The only other thing that I liked was the extremely flexible nature of character classes. A single class could have many different viable builds, each one drastically different. The same class could be a super-high defense low damage tank, a high-damage decent defense melee dps, or a decent ranged nuker. Some of the builds were in fact completely unintentional and only came about due to experimentation.
      • by Knara ( 9377 )
        Sounds somewhat like how DAoC was at its height. I still have fond memories of keep defense in Thid. A relatively small number of people were playing MMOs back in the day, but 24 vs 24 siege battles were great fun. Sadly, Warhammer never recaptured that issue (DAoC had issues with severe grind, though, so it wasn't all good).
  • What the hell does that mean exactly? It was "true" because of world changes? Ultima Online was the first graphical MMO with true PvP, IMO.
    • by aliquis ( 678370 )

      I assume it mean what the short description says? That is, player kills player, other players is DEAD, there is no going back, resurrect, .. Get a new char and start over if you fail in combat.

    • by tyen ( 17399 )
      There was small-scale asset destruction when your toon died, but newbies quickly learned to leave their gear in town and stop bringing along all their gear when they went out leveling. Nothing new there, several games did that before Shadowbane. What was truly unique was what the Anonymous Coward posted below []: the PvP scaled to GvG, NvN (nation vs. nation) and up, and the stakes got proportionally higher. Furthermore, beyond the individual-scale PvP, there wasn't a way to protect your assets other than figh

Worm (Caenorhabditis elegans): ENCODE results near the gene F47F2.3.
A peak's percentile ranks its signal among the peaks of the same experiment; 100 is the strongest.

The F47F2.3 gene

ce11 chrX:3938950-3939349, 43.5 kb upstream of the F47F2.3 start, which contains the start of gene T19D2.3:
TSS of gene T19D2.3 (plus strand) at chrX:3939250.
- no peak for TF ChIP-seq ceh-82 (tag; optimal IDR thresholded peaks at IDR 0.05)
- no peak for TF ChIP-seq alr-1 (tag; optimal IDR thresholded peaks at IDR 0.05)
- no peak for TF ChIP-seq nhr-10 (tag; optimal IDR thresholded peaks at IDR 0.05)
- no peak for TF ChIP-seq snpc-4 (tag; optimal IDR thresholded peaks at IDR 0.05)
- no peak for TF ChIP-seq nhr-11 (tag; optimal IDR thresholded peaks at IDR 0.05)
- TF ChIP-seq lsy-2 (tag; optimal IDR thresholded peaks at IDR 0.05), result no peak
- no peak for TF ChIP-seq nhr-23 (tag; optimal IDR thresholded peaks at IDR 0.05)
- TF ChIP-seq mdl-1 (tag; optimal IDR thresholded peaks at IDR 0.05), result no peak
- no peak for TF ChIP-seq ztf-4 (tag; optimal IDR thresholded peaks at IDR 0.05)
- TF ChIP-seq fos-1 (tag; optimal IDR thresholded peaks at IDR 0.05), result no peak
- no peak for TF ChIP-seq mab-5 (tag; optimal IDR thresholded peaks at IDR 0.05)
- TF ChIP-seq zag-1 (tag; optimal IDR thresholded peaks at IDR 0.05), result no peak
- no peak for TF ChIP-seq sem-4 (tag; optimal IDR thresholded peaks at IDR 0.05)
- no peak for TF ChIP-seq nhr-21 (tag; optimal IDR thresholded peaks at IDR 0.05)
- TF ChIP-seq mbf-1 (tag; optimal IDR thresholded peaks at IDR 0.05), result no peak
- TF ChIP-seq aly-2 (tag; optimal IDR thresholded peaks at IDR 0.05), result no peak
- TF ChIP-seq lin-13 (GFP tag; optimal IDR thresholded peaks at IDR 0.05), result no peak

• by Segod ( 463725 ) on Saturday April 18, 2009 @11:10AM (#27626821)

    I played it for about a year and a half when it was new. It had a pretty decent following though nothing anywhere near the level of something like WoW.

    It was really fun though especially during a "bane". For those who didn't play, a bane was when you effectively declared war on someone else's city. Once set up, each side was given a set amount of time to prepare (like a day or a week or something, I forget) and then once it went off, all of the town's buildings were vulnerable and if you destroyed their tree of life, their town was taken over by the other team. Shadowbane wasn't about gold, loot or missions though there was plenty of that. It was about full on guild vs guild battles. I've never really found a MMO with quite the same experience. So this is very sad for me even though I have no time to play a game like this anyway.

    Ultimately, I think it was killed by griefers, people who didn't like PvP leaving the game and constant crashing that they didn't fully fix until about the time I stopped playing.

    • Re: (Score:3, Funny)

      by SupremoMan ( 912191 )

      I thought the game was an experiment to see how many bugs a person can tolerate.